I might as well take pride in my work and tell you about the latest edition of my zine.
In the latest issue of Perfect Sound Forever online music magazine http://www.perfectsoundforever.com
, you'll find (among other things):
* The good, the bad & the ridiculous
"The head starts to flush with delight as you envision seeing a favorite band you thought only still existed on records or old videos. Wether you haven't seen the band in years or maybe you never got to see them live before you're equally ecstatic. The chance to get to hear songs you love done live among a crowd of dedicated fans is a sure promise for a great show. Eventually though, after the initial joy of the announcement, fear starts to surface- can the reunited band can live up to the expectations in your head?" (See graphic to the left with Dinosaur Jr. and Bowser from Sha Na Na)
* From rocksteady to world traveler
"Dunkley's talent partly resides in his ability to turn a cover song (like Barbara Lynn's "You're Gonna Need Me," Sam and Dave's "Soothe Me" or John Holt's "Nobody Else") into an original tune. Maybe this tendency to rely on cover songs has done him a disservice and he may have come across as a competent singer lacking "originality." This view is quite erroneous as Dunkley's own compositions (like "A Little Way Different," "Repatriation" and "Rush Me No Badness") are evidence that he is a good songwriter too."
EMERSON, LAKE & PALMER
* In defense of
"Progressive rock can be a very disreputable subject. No other musical style has been so vilified by the critics and became a synonym for 'pompous' and 'bombastic.' Almost every music critic in the early '70's had something unflattering to write about it. None of them seem to have noticed that the genre combined the old with the new and brought things to popular music that simply wasn't there before."
* Van Der interview
"Some call him The Voice and still marvel at his thunderous, operatic rants and his celestial falsetto. Others follow him as a good-natured English philosopher, a wise, unassuming man who can express our feelings better than anybody, especially when trying to untangle the mysteries of love, memories of childhood, the castrating shadow of religion, the perversity of politics, or the doom of mankind..."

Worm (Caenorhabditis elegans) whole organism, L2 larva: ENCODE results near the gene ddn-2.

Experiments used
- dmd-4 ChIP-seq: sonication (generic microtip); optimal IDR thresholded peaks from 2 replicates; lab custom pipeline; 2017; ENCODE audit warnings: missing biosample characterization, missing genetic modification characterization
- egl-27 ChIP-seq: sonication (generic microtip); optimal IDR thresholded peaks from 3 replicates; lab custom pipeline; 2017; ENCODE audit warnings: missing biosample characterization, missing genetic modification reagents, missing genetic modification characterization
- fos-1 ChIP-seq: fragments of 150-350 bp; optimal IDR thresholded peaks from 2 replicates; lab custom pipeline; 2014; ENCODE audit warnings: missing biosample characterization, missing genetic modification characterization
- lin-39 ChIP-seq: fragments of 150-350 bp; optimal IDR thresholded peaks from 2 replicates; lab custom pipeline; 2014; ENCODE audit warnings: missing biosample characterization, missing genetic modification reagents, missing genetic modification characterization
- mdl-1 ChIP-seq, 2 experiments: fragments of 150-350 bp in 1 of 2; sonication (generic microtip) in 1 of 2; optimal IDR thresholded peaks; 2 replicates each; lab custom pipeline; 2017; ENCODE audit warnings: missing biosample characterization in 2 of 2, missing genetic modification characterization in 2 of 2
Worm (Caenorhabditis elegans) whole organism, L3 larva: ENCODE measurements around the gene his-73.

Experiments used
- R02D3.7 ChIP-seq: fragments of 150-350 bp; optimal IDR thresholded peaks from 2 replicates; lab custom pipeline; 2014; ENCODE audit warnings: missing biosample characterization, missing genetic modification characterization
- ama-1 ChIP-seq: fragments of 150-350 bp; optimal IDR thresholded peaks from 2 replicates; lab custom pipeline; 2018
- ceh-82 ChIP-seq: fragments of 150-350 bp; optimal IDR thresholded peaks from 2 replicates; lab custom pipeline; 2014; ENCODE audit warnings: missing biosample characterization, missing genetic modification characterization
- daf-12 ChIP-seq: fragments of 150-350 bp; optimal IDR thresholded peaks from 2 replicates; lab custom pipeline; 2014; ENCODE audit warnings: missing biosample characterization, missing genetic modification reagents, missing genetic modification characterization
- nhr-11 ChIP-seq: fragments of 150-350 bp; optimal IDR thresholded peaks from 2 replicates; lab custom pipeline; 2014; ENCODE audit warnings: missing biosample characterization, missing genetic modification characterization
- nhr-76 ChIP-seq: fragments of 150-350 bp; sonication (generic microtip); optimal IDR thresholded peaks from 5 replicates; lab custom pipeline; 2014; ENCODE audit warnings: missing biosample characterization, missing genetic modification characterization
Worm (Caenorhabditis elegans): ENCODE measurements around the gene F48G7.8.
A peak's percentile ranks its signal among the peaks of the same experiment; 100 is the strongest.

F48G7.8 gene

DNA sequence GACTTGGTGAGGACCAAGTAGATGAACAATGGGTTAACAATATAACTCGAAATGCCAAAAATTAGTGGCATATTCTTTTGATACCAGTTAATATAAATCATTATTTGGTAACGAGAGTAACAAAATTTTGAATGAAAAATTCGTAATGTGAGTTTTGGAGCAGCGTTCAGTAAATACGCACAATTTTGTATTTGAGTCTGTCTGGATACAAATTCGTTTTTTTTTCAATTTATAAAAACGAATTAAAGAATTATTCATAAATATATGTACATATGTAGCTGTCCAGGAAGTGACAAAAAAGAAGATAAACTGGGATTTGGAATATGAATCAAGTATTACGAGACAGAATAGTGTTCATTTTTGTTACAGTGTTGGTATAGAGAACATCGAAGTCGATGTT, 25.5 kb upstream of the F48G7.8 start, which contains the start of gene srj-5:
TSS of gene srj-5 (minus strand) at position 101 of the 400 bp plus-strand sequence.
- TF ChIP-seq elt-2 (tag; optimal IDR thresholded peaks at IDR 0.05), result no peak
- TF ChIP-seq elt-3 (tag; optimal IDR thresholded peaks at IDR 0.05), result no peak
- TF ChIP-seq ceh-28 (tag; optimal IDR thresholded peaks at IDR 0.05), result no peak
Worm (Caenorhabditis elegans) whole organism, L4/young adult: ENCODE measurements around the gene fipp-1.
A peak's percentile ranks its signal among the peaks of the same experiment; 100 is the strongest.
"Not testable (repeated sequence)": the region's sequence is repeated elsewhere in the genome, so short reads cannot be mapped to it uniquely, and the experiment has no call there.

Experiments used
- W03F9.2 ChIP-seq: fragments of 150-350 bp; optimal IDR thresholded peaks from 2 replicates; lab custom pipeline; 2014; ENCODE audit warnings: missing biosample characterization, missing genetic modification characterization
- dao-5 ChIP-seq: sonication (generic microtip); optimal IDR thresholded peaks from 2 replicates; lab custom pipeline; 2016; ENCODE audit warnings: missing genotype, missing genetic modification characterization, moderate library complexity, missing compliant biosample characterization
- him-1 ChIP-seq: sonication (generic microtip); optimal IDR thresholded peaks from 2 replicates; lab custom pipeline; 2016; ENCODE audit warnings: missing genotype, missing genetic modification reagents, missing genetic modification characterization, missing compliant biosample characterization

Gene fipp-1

HAPPY GOODMAN FAMILY
* Gospel goodness
"What happens when one sees and hears a stout man, that man's brother who is a wisecracking tenor, a brother who is really a baritone but sings bass and writes songs--and the stout man's Rubenesque wife, who once aspired to be an opera singer? What one sees and hears is The Happy Goodman Family, one of Southern Gospel music's major pioneers--and a Grammy winner--from the 1960's through 1990. Actually, the verb in that last sentence should be 'was.' They are all, as country comedian Jerry Clower used to say, graveyard dead."
* Wunderkind folk duo
"Vanessa Palmer is not your average young woman. In addition to being, the prodding force behind the indie folk band In Ink Please, she has been married and is in the process of divorce, been to Antarctica, will be spending the summer in Germany, and is a chemistry major/environmental health minor at the University of Washington in Seattle. She and her band-mate Jerik Hendrickson have been on two major tours of the U.S. as In Ink Please..."
"Louis Jordan was one of the musical greats who emerged from the swing era to leave a permanent mark on American music. In addition to being an accomplished saxophonist, Jordan is best remembered as a vocalist of immense vitality whose combination of down home earthiness and comical patter played an integral part in the evolution of rock and roll music."